We all make assumptions, everybody has to make assumptions all day, you can't walk around the world without making assumptions because you have to make decisions without having perfect knowledge.
But if we're not taking stock of the assumptions we're building into our design decisions, that we are going to have huge unintended consequences all across the board.
And maybe most importantly, we need to be thinking about the people who are the most vulnerable first.
When we are paying the most attention to the people who are the most vulnerable, the people who are often at the edges, what we can actually do is we can ensure that products work for people at all stages. The people who have sort of the fewest needs, that's where we spend a lot of our time prioritising right now, the people who are the safest and the more secure. I think we should spend a lot more of our time thinking about those folks who are the most vulnerable, those folks who need our help.
And we have to think about whether our work is going to be used to harm someone.
Really explicitly, how could this be used to harm someone? Zoë Quinn is the woman who was at the centre of Gamer Gate, the woman who was attacked relentlessly for years. And she started asking this question, how could this be used to hurt someone? She says if you're not asking this question, your design and engineering process has failed. When you start questioning the source of everything that we're working with, where are we getting the data in our company? Where are we getting the information that might be going into this algorithm? Where are we getting all of these decisions? Who decided? Who chose this data set? Who said that this was okay? How did they test it? Was there criteria for that? Did we not use other sources of data and why didn't we use those? Was anything excluded from the data set? Who decided that it was good enough? How do we know if it's working? One of the researchers at the M.I.T. Media Lab who was working on that project looking at how well different data sets used in image processing were actually reflective of different races and genders, said that a lot of that stuff goes out the door by doing the down the hall test, which is like you get someone from down the hall to take a look and see if it works for them, and they go "Works for me!" And it goes out the door.
The down the hall test is probably not a good representation of the diversity of your audience and the world. And it allows you to ignore that some of the data that you have might be incredibly biassed.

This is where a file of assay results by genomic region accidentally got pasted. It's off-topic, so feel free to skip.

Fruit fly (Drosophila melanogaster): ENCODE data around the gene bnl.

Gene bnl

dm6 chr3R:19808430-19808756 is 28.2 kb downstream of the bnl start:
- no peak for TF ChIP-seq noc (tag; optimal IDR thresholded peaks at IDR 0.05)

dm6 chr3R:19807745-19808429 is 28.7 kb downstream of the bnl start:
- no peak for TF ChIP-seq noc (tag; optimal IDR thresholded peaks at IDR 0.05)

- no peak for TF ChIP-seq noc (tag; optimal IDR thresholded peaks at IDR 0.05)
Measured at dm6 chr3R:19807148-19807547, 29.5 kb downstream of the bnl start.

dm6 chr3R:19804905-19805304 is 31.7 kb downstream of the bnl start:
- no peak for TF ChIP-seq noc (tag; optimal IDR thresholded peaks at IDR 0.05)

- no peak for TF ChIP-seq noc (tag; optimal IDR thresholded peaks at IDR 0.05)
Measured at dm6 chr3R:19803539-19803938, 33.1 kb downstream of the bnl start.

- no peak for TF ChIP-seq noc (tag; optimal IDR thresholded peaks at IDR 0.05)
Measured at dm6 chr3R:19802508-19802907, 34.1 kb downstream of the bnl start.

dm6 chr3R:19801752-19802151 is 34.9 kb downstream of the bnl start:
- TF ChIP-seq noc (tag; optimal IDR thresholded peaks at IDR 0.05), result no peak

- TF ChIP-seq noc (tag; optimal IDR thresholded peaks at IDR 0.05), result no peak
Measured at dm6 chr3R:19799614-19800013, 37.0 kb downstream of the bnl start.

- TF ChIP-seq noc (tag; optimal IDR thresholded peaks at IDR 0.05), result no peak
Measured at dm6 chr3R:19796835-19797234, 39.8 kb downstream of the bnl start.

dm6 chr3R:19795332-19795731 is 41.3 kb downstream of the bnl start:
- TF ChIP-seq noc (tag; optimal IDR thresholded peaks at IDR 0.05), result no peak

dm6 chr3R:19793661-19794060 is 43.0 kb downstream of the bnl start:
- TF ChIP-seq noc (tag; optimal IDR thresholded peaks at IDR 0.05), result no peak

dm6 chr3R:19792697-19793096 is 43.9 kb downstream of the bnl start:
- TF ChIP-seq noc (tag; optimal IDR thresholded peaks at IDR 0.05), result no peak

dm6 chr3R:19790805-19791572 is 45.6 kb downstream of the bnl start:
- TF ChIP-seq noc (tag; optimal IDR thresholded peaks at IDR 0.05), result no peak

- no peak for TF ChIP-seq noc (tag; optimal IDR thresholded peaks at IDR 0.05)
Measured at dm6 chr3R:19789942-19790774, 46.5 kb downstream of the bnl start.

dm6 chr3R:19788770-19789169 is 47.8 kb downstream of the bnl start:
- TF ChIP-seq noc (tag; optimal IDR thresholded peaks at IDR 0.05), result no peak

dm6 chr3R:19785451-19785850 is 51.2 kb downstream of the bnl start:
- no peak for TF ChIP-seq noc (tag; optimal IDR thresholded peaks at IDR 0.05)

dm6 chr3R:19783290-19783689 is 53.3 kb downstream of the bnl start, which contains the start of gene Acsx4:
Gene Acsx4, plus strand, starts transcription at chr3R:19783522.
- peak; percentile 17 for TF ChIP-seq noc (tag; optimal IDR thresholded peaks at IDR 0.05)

And I think we really need to be demanding more from our companies, and this is hard because I think that for a lot of us it's like, how can we really affect these kinds of big changes, right? But I think we need to ask our companies to be specific about what they actually want to stand for. Have they written these values down? And, like, what are they going to do? What are they going to do when they have tension, right? Like, what needs to change in the way that they do business and they way that they're designing products in your process and who you hire.
What needs to change, and then when inevitably a question comes up of should we do this, because it seems like it could hurt people, but also it might make us some money, how do you respond to that? What happens? If every single time there is an ethical concern, and engagement or ROI will win that argument immediately, then you don't really have ethics in the first place. It's just a piece of paper.
So what I want to leave you with today is that, you know, oh, that's a random thing on that slide, (laughs) cool, cool...
Is that if we want to design to include people, then we need to be thinking a little bit differently. So I'm going to go back to the conversation about the U.S. Census, where I started.
It's just a few form fields, it's just a little bit of data, and how it is designed, how it is built, has huge outcomes for people.
It matters in real peoples' lives.
It matters in the way that people interact with the world. It matters in whether they feel safe, and it matters in terms of their ability to get resources and to be represented.
Ultimately, I think design is very powerful. It is more powerful than we often give it credit for. And so, it's not a question of whether our work has big power for people, we know that it does, we have tremendous evidence that it does.
The question today is how will we use that power? Do we want to use that power to continue as things are, to keep chasing the same sort of tired dreams about larger and larger unicorn valuations, or whatever it is that your company has been focused on, or do we want to push back against business models, products that can harm people and can leave them out? What are we going to do with the power that we have? And what do we want to see in the world as a result? So thank you for your time this morning, I appreciate it.
(Audience applause) (rhythmic synthetic music)